The micro environment is everything that sits immediately around your business – your customers, competitors, suppliers and what I refer to as ORM: Other Routes to Market.
You’ve looked at the wider world or the macro environment, now it’s time to look closer to home or the micro environment and how these factors should help you define your marketing strategy.
You need to know what’s happening with your customers. Are they getting older, or younger? Are they spending less? Have attitudes changed and are you Marlboro when everyone is now smoking e-cigarettes? What are they doing and how is their buyer behaviour changing?
You may find you’re not making as much money or that certain products aren’t selling as well as they did. I worked with a travel company which had been running successfully for 50 years, but their customers had aged with the business, and soon wouldn’t be travelling.
They shifted their attention to the younger market, to see when people start to travel, particularly luxury holidays, and developed a suite of products for the honeymoon market. This was a way for them to pull in new customers who would one day travel with their families, and then on their own again.
Many businesses would prefer not to look at their competitors, but sitting down and doing this dispassionately is beneficial. Look at how they market themselves, what they offer, how they describe themselves and what message they’re projecting to the customers and if this translates into reality.
I’d also suggest you look at their qualifications and who the people that run the business are. You may be surprised by what you find out.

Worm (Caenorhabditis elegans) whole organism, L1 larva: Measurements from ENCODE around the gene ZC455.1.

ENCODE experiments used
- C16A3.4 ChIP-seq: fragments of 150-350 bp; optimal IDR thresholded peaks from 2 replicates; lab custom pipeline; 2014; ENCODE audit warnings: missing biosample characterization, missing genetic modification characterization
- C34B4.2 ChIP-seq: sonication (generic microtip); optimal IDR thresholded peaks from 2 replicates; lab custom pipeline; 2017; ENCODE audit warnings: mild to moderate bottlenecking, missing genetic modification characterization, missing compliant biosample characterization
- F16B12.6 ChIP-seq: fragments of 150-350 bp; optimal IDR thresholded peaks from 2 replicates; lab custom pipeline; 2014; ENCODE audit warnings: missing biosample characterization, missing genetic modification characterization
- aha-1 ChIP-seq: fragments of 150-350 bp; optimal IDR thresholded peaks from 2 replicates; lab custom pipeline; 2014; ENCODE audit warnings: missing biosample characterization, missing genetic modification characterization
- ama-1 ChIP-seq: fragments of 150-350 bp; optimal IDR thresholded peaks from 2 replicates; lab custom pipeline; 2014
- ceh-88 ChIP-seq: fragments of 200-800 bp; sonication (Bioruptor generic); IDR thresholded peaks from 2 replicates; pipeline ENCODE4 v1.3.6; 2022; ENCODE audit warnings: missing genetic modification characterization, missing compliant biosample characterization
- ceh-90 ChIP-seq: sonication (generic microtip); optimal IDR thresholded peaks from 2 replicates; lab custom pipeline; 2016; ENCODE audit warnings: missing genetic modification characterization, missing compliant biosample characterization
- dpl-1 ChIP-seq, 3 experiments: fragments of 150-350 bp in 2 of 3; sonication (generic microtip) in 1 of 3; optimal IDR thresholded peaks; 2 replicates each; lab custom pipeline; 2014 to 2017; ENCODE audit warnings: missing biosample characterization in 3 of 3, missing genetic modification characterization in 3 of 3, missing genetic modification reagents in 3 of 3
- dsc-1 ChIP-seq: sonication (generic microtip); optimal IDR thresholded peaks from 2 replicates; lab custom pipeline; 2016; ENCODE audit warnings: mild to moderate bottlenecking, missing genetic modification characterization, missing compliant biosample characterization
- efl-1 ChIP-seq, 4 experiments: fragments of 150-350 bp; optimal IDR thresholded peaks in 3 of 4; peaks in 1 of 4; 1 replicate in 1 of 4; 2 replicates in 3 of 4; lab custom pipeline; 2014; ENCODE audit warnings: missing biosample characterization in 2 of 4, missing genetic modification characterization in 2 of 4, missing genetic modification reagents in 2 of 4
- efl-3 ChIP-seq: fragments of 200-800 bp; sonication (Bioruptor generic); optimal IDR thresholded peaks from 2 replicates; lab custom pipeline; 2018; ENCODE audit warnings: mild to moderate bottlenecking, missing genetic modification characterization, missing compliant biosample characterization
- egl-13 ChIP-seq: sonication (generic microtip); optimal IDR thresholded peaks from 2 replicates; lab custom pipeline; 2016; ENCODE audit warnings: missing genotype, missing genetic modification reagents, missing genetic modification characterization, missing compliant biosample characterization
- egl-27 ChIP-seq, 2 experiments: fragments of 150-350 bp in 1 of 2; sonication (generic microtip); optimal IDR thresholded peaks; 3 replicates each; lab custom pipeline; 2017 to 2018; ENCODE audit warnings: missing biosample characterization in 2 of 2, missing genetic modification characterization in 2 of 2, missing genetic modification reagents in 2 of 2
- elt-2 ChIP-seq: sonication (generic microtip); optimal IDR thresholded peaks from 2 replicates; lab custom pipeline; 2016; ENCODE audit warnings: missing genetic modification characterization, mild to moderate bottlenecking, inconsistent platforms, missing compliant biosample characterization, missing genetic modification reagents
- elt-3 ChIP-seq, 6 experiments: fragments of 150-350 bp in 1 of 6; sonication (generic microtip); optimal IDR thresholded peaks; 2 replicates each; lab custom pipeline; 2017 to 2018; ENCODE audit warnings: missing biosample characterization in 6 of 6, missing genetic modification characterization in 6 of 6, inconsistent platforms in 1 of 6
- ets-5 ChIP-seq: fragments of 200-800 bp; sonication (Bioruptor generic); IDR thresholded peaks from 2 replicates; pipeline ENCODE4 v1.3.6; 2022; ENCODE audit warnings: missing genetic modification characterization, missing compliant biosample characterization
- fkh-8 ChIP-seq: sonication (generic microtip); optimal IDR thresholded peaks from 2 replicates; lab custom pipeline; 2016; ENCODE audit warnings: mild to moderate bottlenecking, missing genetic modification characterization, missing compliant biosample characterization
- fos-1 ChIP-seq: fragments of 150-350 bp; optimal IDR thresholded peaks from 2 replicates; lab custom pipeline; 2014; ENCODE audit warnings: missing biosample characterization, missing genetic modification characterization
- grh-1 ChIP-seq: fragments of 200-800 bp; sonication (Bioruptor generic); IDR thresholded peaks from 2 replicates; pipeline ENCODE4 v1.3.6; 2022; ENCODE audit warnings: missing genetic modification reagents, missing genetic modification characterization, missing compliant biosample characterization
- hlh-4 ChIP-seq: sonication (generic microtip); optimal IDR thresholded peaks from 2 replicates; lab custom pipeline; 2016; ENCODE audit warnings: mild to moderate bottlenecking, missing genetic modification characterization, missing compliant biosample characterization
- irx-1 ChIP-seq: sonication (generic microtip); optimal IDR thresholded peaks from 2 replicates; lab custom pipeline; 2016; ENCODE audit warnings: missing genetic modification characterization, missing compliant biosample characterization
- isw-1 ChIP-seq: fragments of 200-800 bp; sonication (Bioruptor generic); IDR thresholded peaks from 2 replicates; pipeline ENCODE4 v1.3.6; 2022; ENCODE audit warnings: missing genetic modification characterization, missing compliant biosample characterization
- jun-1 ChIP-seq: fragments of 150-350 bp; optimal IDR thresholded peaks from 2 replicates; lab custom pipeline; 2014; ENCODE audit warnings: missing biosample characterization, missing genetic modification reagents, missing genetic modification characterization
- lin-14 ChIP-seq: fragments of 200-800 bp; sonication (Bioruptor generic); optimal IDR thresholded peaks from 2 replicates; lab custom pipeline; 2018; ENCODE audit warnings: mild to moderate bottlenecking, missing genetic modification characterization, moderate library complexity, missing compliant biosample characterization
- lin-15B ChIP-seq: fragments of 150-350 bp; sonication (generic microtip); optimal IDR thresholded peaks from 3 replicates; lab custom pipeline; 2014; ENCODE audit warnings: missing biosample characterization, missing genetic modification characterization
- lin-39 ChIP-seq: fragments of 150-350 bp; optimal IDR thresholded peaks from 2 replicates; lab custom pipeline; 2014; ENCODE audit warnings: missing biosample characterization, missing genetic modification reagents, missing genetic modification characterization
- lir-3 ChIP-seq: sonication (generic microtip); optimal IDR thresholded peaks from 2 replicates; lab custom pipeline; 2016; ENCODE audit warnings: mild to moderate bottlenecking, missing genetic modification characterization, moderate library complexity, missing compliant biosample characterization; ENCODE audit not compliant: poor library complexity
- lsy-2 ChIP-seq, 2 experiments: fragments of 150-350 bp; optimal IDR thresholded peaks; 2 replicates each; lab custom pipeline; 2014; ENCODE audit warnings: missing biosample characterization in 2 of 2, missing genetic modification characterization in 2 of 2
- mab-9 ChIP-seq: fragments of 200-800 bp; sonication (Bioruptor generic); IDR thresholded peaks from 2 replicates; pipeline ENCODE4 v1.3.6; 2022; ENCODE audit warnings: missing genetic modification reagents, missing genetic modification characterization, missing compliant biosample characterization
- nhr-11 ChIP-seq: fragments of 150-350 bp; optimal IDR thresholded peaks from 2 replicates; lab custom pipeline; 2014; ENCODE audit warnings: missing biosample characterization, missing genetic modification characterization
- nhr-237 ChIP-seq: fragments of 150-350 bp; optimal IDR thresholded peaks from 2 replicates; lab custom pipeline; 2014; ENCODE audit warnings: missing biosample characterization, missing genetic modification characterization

We often think our competitors are better than they are, when really, they’re just people who want to be in business.
Once you start to look at your competitors, you’ll see how you differ from each other. You may see they have strengths in one area and you have strengths in another, which could make for a great collaboration opportunity. They may have an in-depth knowledge of your target market, so don’t discount them. Your competitors speak the same language as you, and will have encountered many of the same problems.
Your competitors aren’t your adversaries!
But, be realistic about what your marketplace is like – is there plenty of work for everybody, or is it over-saturated and at risk of nasty tactics from unscrupulous competitors? Evaluate and choose the best course to navigate through it for your business.
Find any mentions of them in the press or online, and be objective. Your customers will also be looking at your competitors, and are looking to see how you are different.
Suppliers are a really great source of information, as they know a lot about the market. They not only supply you and your competitors, but others further afield. They are a link between you and the macro environment, because any changes coming will likely affect them too.
Many businesses get great referrals to new clients and key information from their suppliers. In some marketplaces, the suppliers are very strong and it’s they who set the terms, which is why relationships with them are so important.
Think about your own business and who your suppliers are. Are you trying to specialise and be the best in the marketplace, but find your competitors are using the same suppliers? In that case, you can’t differentiate that way, so you need to offer something else in terms of service delivery or the experience you have.
We’ll talk about other routes to the market in the next post.
Are you worried your marketing isn’t working right now?
If leads and enquiries are drying up, you’re not attracting the right customers or you’re not making enough profit – it’s time to investigate.
Don’t leave without checking to see if your marketing is roadworthy
Photo by Cindy Tang on Unsplash